F. Ceriotti  |  M. Panteghini  |  A. Tosetto  |  V. Valentini  |  L. Politi  |  R. Rolla  |  T. Guastafierro  |  T. Köken  |  E. Capoluongo  |  C. Mazzaccara  |  V. D'Argenio  |  V. D'Argenio  |  G. Lippi  |  M. Plebani  |  D. Giavarina  |  M. Berardi  |   A survey on sample matrix and preanalytical management in clinical laboratories  |  D. Bozzato  |  G. Messeri  |  M. Zaninotto  |  M. Vidali  |  A. Padoan  |  G. Parigi  |  A. Clerico  |  L. Sciacovelli  |  M. Ciaccio  |  G.L. Salvagno  |  M. Panteghini  |  F. Braga  |  G. Gessoni  |  M. Montagnana  |  N. Doğan  |  M. Barberis  |  M. Barberis  |  A. Marchetti  |  F. Borrillo  |  L. Bonfanti  |  P.M. Ness  |  G. Messeri  |  S. Nannini  |  J. Queraltò  |  M. Zaninotto  |  A. Mosca  |  BM. Henry  |  E. Fiorio  |  L. Crinò  |  M. A. V. Willrich  |  A. Modenese  |  M. Berardi  |  G. Nordera  |  M. Girelli  |  R. Tomaiuolo  |  D. Giavarina  |  R. Dittadi  |  L. Pighi  |  R. Danesi  |  M. Locatelli  |  F. Balboni  |  D. Cosseddu  |  M. Savoia  |  S. Bernardini  |  C. Domenichini  |  M. Lamonaca  |  M. Perrone  |  M. Perrone  |  P. Pradella  |  A. Padoan  |  L. Belloni  |  A. D'Avolio  |  T. Trenti  |  A. Fortunato  |  T. Trenti  |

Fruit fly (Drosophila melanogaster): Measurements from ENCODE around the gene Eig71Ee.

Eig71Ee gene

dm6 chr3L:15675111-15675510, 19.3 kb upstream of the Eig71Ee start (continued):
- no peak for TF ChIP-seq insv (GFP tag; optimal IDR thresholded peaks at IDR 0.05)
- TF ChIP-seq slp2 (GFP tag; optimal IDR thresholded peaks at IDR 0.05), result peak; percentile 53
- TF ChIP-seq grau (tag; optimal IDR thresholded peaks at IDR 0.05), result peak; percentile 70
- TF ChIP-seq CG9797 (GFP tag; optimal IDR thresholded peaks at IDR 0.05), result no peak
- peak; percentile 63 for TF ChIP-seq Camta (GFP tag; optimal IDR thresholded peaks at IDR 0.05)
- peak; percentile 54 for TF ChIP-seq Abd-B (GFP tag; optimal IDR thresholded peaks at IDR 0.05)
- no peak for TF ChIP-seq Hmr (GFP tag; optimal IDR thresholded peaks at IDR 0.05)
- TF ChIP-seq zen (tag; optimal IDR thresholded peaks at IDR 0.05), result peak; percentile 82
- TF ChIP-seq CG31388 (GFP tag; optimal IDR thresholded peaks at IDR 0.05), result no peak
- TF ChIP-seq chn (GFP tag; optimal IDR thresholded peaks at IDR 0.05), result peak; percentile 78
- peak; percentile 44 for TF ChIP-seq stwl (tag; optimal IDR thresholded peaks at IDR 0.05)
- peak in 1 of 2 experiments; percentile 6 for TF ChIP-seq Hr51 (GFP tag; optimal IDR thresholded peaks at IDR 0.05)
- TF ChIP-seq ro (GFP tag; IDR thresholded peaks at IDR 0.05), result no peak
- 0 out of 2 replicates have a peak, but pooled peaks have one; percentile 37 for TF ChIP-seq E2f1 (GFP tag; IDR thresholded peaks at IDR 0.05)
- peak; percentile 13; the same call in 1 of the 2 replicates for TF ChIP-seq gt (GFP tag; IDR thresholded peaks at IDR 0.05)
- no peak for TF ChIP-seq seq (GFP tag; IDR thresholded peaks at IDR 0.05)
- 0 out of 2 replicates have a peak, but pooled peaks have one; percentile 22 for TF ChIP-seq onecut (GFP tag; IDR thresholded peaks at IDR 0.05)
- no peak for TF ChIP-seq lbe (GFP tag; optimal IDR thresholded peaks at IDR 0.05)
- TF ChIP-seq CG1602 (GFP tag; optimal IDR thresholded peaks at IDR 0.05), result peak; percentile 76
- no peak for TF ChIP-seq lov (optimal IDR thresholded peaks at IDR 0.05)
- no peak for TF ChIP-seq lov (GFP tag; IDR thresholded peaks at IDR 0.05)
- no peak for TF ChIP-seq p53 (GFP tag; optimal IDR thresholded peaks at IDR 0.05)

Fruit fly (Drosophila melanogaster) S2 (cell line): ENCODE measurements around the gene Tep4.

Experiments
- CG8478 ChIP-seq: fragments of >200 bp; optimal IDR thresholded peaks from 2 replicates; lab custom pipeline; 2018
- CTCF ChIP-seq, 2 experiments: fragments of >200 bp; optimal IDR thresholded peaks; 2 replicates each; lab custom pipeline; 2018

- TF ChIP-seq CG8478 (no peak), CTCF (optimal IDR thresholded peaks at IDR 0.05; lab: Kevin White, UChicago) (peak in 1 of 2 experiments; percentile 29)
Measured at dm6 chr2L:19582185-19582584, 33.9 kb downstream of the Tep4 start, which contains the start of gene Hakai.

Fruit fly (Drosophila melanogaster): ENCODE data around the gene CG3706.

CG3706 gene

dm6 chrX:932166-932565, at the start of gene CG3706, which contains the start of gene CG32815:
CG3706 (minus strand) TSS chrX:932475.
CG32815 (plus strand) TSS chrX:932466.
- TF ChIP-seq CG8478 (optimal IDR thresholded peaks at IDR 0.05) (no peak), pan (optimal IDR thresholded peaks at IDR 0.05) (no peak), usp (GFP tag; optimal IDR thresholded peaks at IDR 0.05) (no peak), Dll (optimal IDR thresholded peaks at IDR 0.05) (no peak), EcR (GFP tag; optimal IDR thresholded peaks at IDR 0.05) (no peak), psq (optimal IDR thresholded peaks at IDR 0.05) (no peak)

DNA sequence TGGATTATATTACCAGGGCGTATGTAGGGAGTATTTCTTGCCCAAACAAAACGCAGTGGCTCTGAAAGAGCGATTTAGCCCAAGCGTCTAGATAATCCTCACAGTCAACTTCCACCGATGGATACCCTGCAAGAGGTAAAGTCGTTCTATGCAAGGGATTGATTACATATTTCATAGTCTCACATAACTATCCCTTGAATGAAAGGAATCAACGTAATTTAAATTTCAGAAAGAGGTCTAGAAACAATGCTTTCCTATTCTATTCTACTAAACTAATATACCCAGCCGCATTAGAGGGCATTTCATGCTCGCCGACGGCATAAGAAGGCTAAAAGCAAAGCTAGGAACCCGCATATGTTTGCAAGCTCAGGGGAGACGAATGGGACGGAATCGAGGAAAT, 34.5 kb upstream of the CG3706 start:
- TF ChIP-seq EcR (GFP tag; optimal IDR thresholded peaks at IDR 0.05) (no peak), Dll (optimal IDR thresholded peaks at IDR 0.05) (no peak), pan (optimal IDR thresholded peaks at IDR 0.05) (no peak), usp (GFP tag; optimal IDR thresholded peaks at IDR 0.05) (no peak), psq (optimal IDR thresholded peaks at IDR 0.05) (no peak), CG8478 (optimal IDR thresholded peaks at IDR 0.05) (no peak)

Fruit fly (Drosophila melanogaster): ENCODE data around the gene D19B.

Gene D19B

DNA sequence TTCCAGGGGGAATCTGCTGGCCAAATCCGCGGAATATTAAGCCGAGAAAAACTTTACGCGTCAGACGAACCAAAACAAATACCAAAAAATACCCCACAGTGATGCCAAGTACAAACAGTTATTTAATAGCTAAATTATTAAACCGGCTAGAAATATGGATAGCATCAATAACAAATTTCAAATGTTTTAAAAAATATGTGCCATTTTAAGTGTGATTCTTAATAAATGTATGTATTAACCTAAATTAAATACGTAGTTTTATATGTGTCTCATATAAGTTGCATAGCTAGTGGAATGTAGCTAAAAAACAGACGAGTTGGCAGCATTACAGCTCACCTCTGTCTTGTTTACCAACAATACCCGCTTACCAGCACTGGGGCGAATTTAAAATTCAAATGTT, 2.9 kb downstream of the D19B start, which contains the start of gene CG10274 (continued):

Biochimica Clinica ; 39(6) 546-547
Editoriale - Editorial